This past summer cannabis in sports suddenly became a topic of discussion when U.S. Track and Field star Sha’Carri Richardson tested positive for THC following her 100-meter qualifying victory and was subsequently suspended from competing at the Olympic games. This came as a huge blow to Richardson’s many fans and raised the question: Why is cannabis a banned substance in the Olympics in the first place?
The controversy puts fans of sports who also happen to be medical cannabis advocates in a tight spot. If the drug is as effective at treating pain and improving recovery time as many advocates say it is, then it appears that the anti-doping agencies are justified for their positions and marijuana should be banned in the same fashion as any other performance-enhancing drug.
But many marijuana advocacy groups have come out in support of removing the ban on pot in all sports, and a number of megastar athletes are publicly backing the sentiment.
WADA Reviews Policy
Following the international headlines and public outcry over Richardson’s suspension, the World Anti-Doping Agency (WADA) executive committee announced it would be reviewing cannabis’ status under its current policy. In a press release, the agency said it had ordered scientific review of the drug to begin no later than next year. The drug will remain on the banned list in the meantime.
WADA regulates drug testing and policy enforcement for the International Olympic Committee. It was created to protect athletes and the integrity of the games from performance-enhancing drugs. The current WADA policy bans the use of all natural and synthetic cannabinoids with an exception for CBD. According to the agency’s website, a substance has to meet at least two of three criteria to make it onto the list of prohibited substances: It must have the potential to enhance sport performance; it represents a potential health risk to the athlete; or it “violates the spirit of sport.”
In 2011 WADA published a report in Sports Medicine that said the agency had banned cannabis for meeting all three criteria. Using cannabis purportedly “violated the spirit of sport,” because “use of illicit drugs that are harmful to health and that may have performance-enhancing properties is not consistent with the athlete as a role model for young people around the world.”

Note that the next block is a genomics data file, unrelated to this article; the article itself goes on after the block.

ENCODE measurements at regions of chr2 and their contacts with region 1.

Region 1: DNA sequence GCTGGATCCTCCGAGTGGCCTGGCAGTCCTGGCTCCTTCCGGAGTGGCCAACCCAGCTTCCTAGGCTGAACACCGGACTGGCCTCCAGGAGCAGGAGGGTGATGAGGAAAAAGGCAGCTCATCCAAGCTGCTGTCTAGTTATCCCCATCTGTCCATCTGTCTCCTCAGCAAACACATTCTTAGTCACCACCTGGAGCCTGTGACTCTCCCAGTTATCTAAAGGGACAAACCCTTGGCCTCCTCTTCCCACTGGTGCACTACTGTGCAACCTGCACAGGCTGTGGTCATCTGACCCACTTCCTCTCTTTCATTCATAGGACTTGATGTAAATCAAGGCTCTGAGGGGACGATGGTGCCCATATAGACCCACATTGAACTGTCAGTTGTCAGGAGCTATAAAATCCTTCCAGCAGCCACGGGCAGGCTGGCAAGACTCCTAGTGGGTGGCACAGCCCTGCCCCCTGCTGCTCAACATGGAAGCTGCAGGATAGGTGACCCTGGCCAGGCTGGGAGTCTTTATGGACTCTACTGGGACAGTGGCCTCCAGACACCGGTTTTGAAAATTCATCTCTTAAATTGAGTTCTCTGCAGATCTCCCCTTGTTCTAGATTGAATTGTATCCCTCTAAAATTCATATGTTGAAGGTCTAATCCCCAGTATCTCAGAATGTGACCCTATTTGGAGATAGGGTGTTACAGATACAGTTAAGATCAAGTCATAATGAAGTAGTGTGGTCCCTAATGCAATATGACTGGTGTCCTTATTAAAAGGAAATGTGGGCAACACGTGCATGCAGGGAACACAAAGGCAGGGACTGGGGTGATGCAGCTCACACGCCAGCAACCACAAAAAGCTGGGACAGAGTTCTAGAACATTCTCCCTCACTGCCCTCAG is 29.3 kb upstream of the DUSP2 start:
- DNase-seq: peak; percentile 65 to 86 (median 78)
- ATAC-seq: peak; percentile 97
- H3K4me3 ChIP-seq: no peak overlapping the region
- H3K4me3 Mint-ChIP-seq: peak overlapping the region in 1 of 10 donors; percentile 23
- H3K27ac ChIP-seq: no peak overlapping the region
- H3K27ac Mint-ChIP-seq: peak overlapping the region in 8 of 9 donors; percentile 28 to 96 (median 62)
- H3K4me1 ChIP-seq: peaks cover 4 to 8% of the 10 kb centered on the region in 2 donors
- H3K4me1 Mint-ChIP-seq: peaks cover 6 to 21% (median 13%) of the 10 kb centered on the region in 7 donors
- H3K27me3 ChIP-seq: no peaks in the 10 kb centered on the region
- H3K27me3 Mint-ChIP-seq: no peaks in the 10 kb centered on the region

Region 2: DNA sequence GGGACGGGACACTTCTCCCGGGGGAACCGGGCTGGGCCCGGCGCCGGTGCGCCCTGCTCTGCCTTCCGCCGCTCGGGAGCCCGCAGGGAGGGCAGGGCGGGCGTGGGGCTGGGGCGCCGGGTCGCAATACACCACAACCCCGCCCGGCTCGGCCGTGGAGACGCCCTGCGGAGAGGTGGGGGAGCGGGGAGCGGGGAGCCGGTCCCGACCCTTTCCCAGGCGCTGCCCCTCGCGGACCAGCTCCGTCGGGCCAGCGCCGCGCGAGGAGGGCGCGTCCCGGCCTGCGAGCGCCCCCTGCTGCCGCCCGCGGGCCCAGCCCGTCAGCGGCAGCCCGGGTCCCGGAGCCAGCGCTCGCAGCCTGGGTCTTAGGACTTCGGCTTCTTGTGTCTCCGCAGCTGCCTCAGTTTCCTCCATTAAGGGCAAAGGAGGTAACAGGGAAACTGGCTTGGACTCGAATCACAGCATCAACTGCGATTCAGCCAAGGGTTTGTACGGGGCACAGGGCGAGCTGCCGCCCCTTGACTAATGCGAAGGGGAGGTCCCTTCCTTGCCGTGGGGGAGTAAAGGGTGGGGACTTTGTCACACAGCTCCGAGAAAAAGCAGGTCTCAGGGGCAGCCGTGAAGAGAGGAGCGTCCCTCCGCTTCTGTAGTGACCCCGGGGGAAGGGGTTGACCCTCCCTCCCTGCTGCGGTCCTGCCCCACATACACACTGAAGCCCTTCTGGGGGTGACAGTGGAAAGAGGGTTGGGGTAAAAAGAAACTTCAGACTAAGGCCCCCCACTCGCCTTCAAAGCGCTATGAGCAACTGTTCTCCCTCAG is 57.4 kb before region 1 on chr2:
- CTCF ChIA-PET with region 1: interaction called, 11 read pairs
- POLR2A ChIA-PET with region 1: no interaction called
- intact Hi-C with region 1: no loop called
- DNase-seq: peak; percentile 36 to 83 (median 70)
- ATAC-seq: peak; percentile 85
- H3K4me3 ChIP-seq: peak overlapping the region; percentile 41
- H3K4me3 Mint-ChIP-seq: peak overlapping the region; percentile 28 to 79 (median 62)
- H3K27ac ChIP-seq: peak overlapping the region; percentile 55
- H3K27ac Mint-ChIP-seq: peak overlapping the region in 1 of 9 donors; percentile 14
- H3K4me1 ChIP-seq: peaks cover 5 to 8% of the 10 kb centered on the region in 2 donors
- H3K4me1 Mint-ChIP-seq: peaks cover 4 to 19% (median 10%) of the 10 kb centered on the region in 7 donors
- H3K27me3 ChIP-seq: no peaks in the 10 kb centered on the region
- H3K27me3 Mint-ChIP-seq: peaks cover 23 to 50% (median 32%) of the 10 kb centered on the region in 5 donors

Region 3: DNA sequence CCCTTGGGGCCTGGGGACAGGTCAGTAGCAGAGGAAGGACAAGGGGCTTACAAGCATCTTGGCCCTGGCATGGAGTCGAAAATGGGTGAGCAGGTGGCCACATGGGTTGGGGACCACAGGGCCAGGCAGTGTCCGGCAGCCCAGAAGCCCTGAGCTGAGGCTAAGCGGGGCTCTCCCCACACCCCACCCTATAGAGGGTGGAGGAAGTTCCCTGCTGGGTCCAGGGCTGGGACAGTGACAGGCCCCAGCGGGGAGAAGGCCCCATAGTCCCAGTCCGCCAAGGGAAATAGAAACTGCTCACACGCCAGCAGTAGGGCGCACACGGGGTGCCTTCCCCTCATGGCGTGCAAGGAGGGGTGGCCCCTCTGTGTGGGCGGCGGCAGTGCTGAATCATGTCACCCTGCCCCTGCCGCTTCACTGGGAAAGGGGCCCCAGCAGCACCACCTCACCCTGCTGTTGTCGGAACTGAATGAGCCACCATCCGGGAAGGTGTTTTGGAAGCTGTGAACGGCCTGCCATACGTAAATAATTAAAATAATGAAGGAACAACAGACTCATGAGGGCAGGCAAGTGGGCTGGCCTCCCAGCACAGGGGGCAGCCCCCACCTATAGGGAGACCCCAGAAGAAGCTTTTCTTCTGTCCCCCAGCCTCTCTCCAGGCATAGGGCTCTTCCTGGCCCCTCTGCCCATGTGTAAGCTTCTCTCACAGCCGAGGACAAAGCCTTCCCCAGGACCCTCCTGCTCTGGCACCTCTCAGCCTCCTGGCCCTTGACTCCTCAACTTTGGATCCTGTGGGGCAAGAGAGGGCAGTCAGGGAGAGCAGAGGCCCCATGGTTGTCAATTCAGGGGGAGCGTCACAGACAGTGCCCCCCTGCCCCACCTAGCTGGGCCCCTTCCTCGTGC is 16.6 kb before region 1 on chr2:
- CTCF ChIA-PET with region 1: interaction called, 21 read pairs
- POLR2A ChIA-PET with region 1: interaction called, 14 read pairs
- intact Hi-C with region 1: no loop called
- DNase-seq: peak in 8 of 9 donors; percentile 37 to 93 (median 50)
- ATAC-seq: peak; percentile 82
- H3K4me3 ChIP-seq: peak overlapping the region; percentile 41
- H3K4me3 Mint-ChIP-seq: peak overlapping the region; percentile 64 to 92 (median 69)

The report cited previous studies on cannabis, pointing out that it had been found to decrease coordination, distort spatial perception and alter perception and awareness of the passage of time. Studies have also shown that using marijuana did not increase vital capacity or grip strength and reduced maximal exercise performance in cyclists. “However,” wrote the WADA researchers, “in this study vasodilation and bronchodilation were increased, suggesting that cannabis could also improve oxygenation to the tissues.” The authors also claim that athletes report “significant positive effects in sports, such as improvement of vision for goalkeepers and muscle relaxation.”
The report covers potential adverse reactions of smoking pot that are mentioned above, like loss of coordination and time estimation, but the authors also say the drug has the potential for harming athletes by “leading to poor decision making” and increasing the probability of accidents. The WADA also warns that cannabis can cause disorientation “and sometimes psychosis, panic reactions and paranoia.” Additionally, the researchers said loss of vigilance and short-term memory loss could potentially affect athletes negatively.
The Big Four
Interestingly enough, U.S. sports organizations appear to be moving at a much faster pace to become more progressive in their attitudes toward cannabis use.
In April the NFL announced that it would be opening a random drug testing window from April 20 to Aug. 9—just in time for players to take part in 4/20 festivities without worrying about being penalized. The league said it would be moving away from harsh penalties for pot use in the future and seek treatment options instead. In June NFL and the players’ union announced they were teaming up to award up to $1 million in grants for research into the therapeutic efficacy of cannabis and other alternatives to opioids for player pain management.
Last month the NBA announced it would not be randomly testing players for THC in the coming season. The association will continue to drug test for performance enhancing drugs like human growth hormone and steroids as well as illicit “drugs of abuse” like methamphetamine and cocaine, but has decided to extend a testing freeze that began during the initial COVID-19 hiatus.
In March 2020 MLB said it would no longer ban the use of cannabis, but players would not be allowed to be sponsored by pot companies. The memo containing the news also warned that players were not to come to practice or games while stoned. The league reportedly went as far as teaming up with product testers to look for CBD products that could be stocked in team locker rooms.
The NHL led the pack however—it removed its ban on cannabis in early 2019. If a player tested positive for the drug, they weren’t punished, but were advised about substance abuse treatment options and allowed to go on their way. These players wouldn’t be required to take any action at all.
All Eyes on WADA
So now that most professional U.S. athletes have nothing to worry about, all eyes are on WADA’s reform considerations in 2022 and the report it will release. This report may have major ramifications not only for the world of sports medicine, but for medicine in general. If the report finds that cannabis has performance enhancing aspects, then medical cannabis advocates will be vindicated. If not, then athletes will be free to use the drug. It’s a win-win situation.